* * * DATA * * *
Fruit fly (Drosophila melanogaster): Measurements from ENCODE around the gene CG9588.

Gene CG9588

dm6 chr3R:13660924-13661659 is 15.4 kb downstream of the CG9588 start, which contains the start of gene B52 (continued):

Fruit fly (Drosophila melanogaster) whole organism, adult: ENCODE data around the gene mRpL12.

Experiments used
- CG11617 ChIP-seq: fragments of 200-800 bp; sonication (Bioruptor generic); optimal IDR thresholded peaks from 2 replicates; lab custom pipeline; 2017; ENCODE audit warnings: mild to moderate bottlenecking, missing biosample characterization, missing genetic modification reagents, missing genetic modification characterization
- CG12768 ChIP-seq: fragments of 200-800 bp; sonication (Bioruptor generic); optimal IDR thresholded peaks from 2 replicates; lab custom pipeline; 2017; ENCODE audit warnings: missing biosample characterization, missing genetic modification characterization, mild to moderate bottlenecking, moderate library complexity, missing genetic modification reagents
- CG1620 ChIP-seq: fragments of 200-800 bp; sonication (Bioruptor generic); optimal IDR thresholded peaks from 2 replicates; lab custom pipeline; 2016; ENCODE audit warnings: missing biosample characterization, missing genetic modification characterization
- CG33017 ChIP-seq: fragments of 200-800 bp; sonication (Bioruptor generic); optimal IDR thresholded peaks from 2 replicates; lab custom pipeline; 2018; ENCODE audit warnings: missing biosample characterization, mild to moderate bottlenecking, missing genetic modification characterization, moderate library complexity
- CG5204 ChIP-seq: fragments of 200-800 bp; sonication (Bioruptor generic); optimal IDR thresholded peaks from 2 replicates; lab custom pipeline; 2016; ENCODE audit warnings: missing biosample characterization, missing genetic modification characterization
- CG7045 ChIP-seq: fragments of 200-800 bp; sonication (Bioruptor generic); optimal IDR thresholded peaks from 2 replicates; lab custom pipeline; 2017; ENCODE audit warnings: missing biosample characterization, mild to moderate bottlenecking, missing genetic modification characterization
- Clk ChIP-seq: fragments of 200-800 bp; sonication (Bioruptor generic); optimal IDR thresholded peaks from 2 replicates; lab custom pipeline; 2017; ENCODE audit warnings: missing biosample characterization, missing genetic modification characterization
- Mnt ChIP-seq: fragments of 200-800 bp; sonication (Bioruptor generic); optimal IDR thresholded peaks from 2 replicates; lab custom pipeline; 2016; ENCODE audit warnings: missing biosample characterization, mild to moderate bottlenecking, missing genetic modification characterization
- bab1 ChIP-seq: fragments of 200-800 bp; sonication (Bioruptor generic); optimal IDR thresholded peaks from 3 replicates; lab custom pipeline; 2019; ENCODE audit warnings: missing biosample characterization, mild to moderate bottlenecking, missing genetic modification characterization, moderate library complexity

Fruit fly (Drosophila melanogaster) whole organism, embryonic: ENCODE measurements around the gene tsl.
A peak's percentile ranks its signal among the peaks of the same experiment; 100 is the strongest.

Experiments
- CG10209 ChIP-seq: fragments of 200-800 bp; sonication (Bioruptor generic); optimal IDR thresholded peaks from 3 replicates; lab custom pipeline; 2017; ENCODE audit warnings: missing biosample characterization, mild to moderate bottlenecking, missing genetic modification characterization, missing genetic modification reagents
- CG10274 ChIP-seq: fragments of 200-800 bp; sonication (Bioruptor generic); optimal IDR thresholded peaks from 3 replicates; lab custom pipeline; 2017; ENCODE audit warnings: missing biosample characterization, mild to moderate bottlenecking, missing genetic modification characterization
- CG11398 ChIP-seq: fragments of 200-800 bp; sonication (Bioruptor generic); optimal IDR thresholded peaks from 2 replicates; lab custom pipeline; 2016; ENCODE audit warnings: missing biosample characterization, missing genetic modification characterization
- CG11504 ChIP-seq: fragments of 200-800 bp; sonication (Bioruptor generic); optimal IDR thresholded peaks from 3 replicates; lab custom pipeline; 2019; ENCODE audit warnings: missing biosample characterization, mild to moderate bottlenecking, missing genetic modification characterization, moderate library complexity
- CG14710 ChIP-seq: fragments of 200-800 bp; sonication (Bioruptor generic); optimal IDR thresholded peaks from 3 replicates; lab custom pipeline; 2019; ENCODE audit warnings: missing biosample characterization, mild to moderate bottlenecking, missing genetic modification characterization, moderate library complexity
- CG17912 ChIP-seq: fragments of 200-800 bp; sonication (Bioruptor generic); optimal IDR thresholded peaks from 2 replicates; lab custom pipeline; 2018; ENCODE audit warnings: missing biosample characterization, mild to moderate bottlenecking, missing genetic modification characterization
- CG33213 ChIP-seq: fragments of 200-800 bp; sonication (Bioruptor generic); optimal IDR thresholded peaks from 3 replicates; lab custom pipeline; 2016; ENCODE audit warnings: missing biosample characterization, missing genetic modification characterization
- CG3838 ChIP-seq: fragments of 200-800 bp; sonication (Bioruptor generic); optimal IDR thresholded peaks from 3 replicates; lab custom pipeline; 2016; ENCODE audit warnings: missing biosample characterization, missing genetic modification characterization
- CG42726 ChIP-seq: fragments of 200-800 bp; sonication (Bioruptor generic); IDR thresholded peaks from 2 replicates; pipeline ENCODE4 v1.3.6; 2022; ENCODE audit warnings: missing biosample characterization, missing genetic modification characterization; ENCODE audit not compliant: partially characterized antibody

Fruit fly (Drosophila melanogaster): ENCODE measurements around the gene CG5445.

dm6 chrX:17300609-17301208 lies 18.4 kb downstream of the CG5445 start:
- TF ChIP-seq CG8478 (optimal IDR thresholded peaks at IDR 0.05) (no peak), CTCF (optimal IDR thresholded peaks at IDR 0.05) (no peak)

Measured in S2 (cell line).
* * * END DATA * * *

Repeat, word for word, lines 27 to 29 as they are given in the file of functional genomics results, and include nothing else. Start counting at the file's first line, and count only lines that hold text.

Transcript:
Fruit fly (Drosophila melanogaster): ENCODE measurements around the gene CG5445.

dm6 chrX:17300609-17301208 lies 18.4 kb downstream of the CG5445 start:
- TF ChIP-seq CG8478 (optimal IDR thresholded peaks at IDR 0.05) (no peak), CTCF (optimal IDR thresholded peaks at IDR 0.05) (no peak)